El 04/07/2013 3:00, Lauri Alanko escribió:
With the values shown in the schematic of the 2.0 revision, for a 1 kHz sinewave you can expect about 1.07 V pp (0.75 V RMS), with an output impedance of about 120 ohms (supposing that the IO pin impedance is about 25 ohms).
The cutoff frequency is about 40 kHz, a bit high for me.
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Miguel Giménez
Reply to
Miguel Giménez
Or use HDMI sound
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Reply to
Jasen Betts
I meant to add that, HDMI->VGA+audio-line-out adapters from about £15 delivered on eBay, the ones with digital and optical audio-out cost rather more, presumably because they're aimed at home-cinema / "audiophile" use.
Reply to
Rob Morley
As a matter of curiosity, do any of the semi-economical VGA/XGA projectors use something with better life than a projector bulb? Some kind of high-intensity-discharge device (like a BMW headlight, IIRC), which presumably has a long life.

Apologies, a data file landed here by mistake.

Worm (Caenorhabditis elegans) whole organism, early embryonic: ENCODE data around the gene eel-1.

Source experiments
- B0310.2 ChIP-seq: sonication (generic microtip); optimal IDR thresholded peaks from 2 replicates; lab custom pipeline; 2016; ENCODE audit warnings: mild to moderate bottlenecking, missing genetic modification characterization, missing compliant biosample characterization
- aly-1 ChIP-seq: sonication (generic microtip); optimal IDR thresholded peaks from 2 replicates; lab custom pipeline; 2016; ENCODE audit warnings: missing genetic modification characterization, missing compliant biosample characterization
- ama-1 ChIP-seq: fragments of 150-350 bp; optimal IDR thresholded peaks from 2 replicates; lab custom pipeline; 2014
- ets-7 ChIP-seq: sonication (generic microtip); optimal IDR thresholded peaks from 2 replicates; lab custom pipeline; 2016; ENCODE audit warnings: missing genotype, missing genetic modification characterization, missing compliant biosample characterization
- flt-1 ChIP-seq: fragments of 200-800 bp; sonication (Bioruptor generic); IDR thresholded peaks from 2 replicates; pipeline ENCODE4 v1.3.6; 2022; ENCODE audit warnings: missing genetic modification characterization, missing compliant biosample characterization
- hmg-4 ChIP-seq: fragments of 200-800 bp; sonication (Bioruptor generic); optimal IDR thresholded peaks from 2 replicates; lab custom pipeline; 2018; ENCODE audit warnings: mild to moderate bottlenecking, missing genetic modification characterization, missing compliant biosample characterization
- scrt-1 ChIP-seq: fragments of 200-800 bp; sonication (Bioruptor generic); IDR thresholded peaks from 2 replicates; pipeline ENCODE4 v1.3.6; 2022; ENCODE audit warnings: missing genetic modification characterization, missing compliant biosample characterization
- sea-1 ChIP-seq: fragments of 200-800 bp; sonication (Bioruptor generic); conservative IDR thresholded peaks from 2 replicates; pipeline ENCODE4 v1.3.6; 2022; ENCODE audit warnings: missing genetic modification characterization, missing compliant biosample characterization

Yesterday I passed a small ground floor flat in which someone was watching a really huge picture; after a moment I realised it was a projection onto a wall screen, and suddenly lusted after the same for myself. But such a projector would need to have very high resolution, good brightness, and a price much lower than a 60" or 70" LCD or plasma.
It would be amusing to generate a huge image from a tiny Pi.
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Reply to
Windmill